“Cataplexy couldn’t release albums easily because our lineup of members wasn’t stable…”
The full-length Devangelight followed on local label Zero Dimensional in 2012, now with a new bassist Nihilistic Familiar Spirits.
The album retains the band’s old-school depressive core with clear progression both in musical and emotional dynamics and songcraft. The long gaps between releases, however, prevented the band from gaining momentum and much deserved international recognition, although the band hints this could be about to change.
“Cataplexy couldn’t release albums easily because our lineup of members wasn’t stable,” Sadis Gordinn says of the band’s turbulent career. “For this reason, I was playing in a lot of other bands. The music I was listening to and was affected by up to now is expressed in the music of all those bands, kind of like a big landing net.”
Part of the intrigue of Cataplexy, and Japanese black metal generally, is the alignment of traditional anti-Christian, Pagan, and Satanic aesthetics, which seem incongruous in a culture where Christian influence is vanishingly small. I first wonder if the sense of hopelessness present in the music is a reaction to Japan’s high-pressure environment, and frame this by asking Sadis Gordinn about suicide in Japan. Just that morning, two teenage girls tragically jumped in front of a train to their deaths.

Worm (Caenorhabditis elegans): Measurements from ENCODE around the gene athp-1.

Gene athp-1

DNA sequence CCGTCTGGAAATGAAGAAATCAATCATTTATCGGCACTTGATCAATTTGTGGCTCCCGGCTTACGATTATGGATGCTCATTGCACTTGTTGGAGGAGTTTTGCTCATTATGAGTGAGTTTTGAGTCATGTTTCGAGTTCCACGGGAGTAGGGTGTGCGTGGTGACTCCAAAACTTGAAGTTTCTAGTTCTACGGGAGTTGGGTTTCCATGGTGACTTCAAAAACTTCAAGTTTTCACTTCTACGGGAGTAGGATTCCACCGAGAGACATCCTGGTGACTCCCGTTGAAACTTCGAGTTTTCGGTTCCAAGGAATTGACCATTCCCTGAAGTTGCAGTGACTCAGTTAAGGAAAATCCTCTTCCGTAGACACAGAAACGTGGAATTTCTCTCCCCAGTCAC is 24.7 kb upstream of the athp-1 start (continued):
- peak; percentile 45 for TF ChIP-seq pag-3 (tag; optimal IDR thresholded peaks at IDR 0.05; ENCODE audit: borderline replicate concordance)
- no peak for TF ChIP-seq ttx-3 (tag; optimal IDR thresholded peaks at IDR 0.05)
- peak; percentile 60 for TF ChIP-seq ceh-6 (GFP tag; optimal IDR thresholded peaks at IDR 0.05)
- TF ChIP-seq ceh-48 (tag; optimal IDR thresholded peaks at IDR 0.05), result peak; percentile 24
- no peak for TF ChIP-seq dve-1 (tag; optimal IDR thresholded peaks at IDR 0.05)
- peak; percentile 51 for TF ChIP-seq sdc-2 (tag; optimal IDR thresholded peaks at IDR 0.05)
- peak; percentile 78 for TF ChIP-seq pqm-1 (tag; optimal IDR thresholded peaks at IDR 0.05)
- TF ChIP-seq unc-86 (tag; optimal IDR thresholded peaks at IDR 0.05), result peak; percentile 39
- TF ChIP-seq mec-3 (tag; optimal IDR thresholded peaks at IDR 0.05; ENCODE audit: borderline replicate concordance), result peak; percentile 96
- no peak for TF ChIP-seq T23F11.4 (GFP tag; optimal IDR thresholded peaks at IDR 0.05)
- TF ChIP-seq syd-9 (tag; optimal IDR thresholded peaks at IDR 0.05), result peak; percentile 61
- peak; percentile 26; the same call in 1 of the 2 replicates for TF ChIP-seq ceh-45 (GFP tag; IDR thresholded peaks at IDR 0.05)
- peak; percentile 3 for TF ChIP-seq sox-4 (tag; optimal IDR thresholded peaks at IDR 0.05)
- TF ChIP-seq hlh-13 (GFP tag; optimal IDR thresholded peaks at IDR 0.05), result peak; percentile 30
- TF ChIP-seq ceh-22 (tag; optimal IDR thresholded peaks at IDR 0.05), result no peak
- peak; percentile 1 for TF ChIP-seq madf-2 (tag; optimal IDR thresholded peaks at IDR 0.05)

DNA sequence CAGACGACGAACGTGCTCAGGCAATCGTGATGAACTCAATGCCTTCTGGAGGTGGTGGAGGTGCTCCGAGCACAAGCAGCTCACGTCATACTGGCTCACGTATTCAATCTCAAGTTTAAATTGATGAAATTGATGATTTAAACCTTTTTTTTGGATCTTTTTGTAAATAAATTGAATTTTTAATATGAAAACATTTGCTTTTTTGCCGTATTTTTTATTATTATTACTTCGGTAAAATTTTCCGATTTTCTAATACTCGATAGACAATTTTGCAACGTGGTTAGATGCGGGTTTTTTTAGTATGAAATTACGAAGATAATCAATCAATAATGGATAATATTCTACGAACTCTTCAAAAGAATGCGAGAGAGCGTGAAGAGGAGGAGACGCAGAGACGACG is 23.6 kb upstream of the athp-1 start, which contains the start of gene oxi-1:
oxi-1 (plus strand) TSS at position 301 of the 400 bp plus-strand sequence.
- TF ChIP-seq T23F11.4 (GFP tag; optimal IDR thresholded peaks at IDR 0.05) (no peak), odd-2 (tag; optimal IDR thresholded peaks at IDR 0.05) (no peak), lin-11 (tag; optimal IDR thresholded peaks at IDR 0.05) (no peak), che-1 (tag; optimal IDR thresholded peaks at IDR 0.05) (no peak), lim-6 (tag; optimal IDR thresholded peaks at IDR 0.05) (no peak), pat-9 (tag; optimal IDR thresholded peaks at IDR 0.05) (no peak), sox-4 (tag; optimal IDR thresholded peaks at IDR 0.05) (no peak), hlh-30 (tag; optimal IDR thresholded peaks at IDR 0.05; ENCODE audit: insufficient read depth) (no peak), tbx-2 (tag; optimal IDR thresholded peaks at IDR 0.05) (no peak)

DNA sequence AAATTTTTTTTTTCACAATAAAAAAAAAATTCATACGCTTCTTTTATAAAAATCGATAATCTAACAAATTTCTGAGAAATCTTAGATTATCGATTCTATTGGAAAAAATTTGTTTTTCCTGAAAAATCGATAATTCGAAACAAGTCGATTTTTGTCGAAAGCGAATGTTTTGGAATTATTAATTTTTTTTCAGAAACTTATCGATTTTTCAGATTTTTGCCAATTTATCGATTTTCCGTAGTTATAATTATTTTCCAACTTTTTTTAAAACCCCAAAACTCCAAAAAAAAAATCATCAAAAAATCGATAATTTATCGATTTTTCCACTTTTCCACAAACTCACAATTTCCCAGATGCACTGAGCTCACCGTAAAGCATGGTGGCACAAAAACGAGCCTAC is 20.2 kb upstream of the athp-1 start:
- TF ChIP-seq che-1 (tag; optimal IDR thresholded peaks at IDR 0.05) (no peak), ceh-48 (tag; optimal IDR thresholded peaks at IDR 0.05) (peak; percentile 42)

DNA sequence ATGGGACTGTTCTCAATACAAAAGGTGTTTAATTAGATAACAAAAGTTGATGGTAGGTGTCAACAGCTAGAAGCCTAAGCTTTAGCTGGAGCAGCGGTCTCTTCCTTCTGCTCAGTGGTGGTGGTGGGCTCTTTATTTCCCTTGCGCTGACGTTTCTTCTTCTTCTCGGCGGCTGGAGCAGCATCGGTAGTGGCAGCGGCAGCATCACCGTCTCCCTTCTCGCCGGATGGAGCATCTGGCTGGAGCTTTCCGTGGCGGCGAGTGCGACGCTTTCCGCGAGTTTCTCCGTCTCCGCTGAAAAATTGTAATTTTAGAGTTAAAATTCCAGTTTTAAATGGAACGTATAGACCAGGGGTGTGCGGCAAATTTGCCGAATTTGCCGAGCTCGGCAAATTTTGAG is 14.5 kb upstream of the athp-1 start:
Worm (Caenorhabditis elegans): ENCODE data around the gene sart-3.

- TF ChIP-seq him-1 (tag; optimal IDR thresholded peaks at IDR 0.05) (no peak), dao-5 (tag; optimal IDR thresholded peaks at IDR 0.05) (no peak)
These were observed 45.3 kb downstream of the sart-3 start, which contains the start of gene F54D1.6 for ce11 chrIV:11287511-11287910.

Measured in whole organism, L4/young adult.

Perhaps, for Sadis Gordinn, school was an isolating or painful experience?
“I was on good terms with a similar people throughout my school days…”
“Others will commit suicide, but it’s not something I relate to,” he says. “At school, I was absorbed in various kinds of music, and was on good terms with a similar people throughout my school days. In fact, the rate of suicide in Japan is not as huge any more, and places like [the South American state] Guyana have a higher rate of youth suicide than Japan or South Korea.”
What about the apparent dissonance between the anti-Christian attitudes, the occult, Satanism, the concept of a Christian hell that defines traditional black metal, and the secularity of modern Japan… why does that resonate with Japanese musicians and audiences, and with Cataplexy?
“I’m not interested in any kind of religion, really. I can only believe in myself. I think that in itself is an ideology,” says Sadis Gordinn, perhaps in reference to LaVeyan Satanism.
But he defers the question to vocalist Sigil ov Baphoment, also lyricist for the band, who comments: “Let’s put it this way: the difference in ideology arises from the places in which we live.
Occultism is at the core of Cataplexy’s message musically and lyrically. The European sense of that does fit for Japanese bands
“For example, Asia is an ancient land, and here in Japan, Shintoism could be considered part of an ‘occult’ thing [for Christians], and on the band side, for sure there are veins of traditional Satanism and Paganism.